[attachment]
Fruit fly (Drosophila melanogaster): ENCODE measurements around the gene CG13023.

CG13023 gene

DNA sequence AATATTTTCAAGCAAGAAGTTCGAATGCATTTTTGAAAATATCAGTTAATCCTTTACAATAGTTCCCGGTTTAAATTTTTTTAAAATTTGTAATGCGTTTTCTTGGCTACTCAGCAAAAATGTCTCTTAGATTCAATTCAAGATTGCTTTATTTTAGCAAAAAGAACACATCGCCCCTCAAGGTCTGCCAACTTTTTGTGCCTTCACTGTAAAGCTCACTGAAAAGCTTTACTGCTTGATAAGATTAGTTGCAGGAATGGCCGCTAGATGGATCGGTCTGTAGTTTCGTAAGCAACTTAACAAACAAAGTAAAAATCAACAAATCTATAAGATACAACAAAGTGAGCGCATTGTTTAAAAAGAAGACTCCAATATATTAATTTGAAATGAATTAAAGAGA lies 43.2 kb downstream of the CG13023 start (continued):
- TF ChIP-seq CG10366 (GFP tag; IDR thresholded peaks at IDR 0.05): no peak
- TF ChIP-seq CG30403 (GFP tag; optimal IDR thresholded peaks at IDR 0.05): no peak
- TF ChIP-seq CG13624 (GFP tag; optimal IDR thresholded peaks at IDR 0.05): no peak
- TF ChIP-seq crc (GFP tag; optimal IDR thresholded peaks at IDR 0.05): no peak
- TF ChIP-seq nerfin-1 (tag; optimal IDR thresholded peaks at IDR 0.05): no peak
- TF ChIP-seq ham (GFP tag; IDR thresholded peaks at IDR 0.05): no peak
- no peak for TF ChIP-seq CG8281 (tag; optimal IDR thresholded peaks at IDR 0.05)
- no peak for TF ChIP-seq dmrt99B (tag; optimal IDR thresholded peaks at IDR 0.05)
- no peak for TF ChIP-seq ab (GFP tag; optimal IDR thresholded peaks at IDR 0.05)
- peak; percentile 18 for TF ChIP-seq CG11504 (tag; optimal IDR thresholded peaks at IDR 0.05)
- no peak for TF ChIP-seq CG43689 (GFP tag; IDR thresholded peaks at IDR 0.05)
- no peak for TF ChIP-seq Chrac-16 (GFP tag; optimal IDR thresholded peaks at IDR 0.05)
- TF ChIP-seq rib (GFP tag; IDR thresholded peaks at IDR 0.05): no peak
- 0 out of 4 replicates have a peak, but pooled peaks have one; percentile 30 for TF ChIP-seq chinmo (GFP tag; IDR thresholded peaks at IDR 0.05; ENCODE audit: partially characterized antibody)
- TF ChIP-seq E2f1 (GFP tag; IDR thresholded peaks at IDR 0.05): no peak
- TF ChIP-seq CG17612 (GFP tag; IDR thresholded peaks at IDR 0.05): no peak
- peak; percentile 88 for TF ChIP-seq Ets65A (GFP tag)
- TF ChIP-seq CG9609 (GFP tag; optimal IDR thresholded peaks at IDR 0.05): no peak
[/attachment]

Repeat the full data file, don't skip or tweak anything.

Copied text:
Fruit fly (Drosophila melanogaster): ENCODE measurements around the gene CG13023.

CG13023 gene

DNA sequence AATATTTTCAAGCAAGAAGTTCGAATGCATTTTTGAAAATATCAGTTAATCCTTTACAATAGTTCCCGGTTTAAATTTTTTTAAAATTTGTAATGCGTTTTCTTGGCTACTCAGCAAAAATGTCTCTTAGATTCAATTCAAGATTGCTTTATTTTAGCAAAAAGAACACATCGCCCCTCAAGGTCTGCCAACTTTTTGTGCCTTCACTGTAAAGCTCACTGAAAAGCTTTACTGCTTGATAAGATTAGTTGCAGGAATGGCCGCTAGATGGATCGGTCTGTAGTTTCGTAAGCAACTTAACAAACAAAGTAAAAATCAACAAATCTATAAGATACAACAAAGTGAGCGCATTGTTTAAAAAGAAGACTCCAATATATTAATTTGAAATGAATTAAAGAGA lies 43.2 kb downstream of the CG13023 start (continued):
- TF ChIP-seq CG10366 (GFP tag; IDR thresholded peaks at IDR 0.05): no peak
- TF ChIP-seq CG30403 (GFP tag; optimal IDR thresholded peaks at IDR 0.05): no peak
- TF ChIP-seq CG13624 (GFP tag; optimal IDR thresholded peaks at IDR 0.05): no peak
- TF ChIP-seq crc (GFP tag; optimal IDR thresholded peaks at IDR 0.05): no peak
- TF ChIP-seq nerfin-1 (tag; optimal IDR thresholded peaks at IDR 0.05): no peak
- TF ChIP-seq ham (GFP tag; IDR thresholded peaks at IDR 0.05): no peak
- no peak for TF ChIP-seq CG8281 (tag; optimal IDR thresholded peaks at IDR 0.05)
- no peak for TF ChIP-seq dmrt99B (tag; optimal IDR thresholded peaks at IDR 0.05)
- no peak for TF ChIP-seq ab (GFP tag; optimal IDR thresholded peaks at IDR 0.05)
- peak; percentile 18 for TF ChIP-seq CG11504 (tag; optimal IDR thresholded peaks at IDR 0.05)
- no peak for TF ChIP-seq CG43689 (GFP tag; IDR thresholded peaks at IDR 0.05)
- no peak for TF ChIP-seq Chrac-16 (GFP tag; optimal IDR thresholded peaks at IDR 0.05)
- TF ChIP-seq rib (GFP tag; IDR thresholded peaks at IDR 0.05): no peak
- 0 out of 4 replicates have a peak, but pooled peaks have one; percentile 30 for TF ChIP-seq chinmo (GFP tag; IDR thresholded peaks at IDR 0.05; ENCODE audit: partially characterized antibody)
- TF ChIP-seq E2f1 (GFP tag; IDR thresholded peaks at IDR 0.05): no peak
- TF ChIP-seq CG17612 (GFP tag; IDR thresholded peaks at IDR 0.05): no peak
- peak; percentile 88 for TF ChIP-seq Ets65A (GFP tag)
- TF ChIP-seq CG9609 (GFP tag; optimal IDR thresholded peaks at IDR 0.05): no peak